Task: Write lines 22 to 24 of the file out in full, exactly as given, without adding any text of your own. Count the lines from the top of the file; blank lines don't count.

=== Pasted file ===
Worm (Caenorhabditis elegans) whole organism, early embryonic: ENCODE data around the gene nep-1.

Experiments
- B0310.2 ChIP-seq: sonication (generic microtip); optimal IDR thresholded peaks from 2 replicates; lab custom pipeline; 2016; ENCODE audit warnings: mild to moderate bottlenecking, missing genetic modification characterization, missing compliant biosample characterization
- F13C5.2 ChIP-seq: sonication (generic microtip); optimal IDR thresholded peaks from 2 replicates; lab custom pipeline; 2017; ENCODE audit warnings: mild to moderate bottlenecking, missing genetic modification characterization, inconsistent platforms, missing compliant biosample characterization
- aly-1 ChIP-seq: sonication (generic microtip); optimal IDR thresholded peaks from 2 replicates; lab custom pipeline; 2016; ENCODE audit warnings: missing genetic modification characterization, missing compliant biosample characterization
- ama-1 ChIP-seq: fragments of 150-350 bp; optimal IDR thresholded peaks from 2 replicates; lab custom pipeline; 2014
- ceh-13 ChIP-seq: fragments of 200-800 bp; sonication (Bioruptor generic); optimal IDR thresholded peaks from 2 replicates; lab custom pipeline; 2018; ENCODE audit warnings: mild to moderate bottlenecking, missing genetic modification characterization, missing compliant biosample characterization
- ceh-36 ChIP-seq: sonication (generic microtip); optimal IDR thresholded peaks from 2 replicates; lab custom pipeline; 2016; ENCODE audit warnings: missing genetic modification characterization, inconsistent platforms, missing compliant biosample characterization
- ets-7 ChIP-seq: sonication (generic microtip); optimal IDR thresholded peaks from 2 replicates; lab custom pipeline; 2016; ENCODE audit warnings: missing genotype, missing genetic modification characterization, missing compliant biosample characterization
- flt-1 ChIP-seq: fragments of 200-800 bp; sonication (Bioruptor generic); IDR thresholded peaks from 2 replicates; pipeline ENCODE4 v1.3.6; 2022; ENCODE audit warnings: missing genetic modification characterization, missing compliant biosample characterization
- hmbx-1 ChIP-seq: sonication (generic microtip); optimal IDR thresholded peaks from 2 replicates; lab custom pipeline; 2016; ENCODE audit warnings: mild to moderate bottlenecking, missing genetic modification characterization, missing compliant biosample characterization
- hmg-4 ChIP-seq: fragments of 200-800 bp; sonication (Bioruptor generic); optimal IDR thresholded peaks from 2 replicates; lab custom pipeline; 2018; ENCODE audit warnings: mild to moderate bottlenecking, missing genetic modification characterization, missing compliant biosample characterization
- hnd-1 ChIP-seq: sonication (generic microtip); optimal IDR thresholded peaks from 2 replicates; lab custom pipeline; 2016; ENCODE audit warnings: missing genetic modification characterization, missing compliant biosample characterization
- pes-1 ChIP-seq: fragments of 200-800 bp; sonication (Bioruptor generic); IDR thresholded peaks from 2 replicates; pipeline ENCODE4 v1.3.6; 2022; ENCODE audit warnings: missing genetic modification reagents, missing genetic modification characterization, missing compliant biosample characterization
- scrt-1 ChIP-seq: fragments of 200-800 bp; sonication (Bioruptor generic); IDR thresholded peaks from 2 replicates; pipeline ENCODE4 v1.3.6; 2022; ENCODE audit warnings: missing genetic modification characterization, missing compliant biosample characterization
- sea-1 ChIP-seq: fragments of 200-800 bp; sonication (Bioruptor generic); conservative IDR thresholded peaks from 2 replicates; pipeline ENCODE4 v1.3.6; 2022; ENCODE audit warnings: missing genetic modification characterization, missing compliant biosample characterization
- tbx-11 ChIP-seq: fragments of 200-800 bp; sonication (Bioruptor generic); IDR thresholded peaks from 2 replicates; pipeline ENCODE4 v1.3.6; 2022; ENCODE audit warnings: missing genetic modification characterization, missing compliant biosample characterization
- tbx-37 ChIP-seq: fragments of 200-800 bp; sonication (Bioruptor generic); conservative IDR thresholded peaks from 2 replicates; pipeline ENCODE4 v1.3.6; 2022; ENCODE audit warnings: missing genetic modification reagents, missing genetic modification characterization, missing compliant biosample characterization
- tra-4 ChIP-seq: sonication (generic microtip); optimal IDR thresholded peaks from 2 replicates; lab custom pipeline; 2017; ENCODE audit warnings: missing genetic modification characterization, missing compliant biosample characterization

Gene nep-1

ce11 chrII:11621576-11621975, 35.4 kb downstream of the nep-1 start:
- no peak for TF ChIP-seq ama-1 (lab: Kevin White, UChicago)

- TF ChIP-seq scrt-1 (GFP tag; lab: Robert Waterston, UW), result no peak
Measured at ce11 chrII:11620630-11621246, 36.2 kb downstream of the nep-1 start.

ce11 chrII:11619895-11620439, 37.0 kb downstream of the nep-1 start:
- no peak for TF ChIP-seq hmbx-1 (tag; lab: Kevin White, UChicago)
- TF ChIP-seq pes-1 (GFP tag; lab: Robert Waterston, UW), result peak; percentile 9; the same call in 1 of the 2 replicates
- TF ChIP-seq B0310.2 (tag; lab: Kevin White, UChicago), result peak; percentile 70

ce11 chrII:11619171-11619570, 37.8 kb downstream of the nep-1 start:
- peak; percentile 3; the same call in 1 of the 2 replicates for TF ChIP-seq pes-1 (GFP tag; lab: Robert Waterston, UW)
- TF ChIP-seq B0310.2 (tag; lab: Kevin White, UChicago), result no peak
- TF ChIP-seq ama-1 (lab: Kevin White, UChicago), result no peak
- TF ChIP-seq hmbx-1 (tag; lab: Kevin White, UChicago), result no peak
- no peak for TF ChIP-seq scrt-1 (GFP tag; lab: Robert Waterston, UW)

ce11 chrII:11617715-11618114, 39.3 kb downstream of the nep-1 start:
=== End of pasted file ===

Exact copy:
- no peak for TF ChIP-seq ama-1 (lab: Kevin White, UChicago)

- TF ChIP-seq scrt-1 (GFP tag; lab: Robert Waterston, UW), result no peak
Measured at ce11 chrII:11620630-11621246, 36.2 kb downstream of the nep-1 start.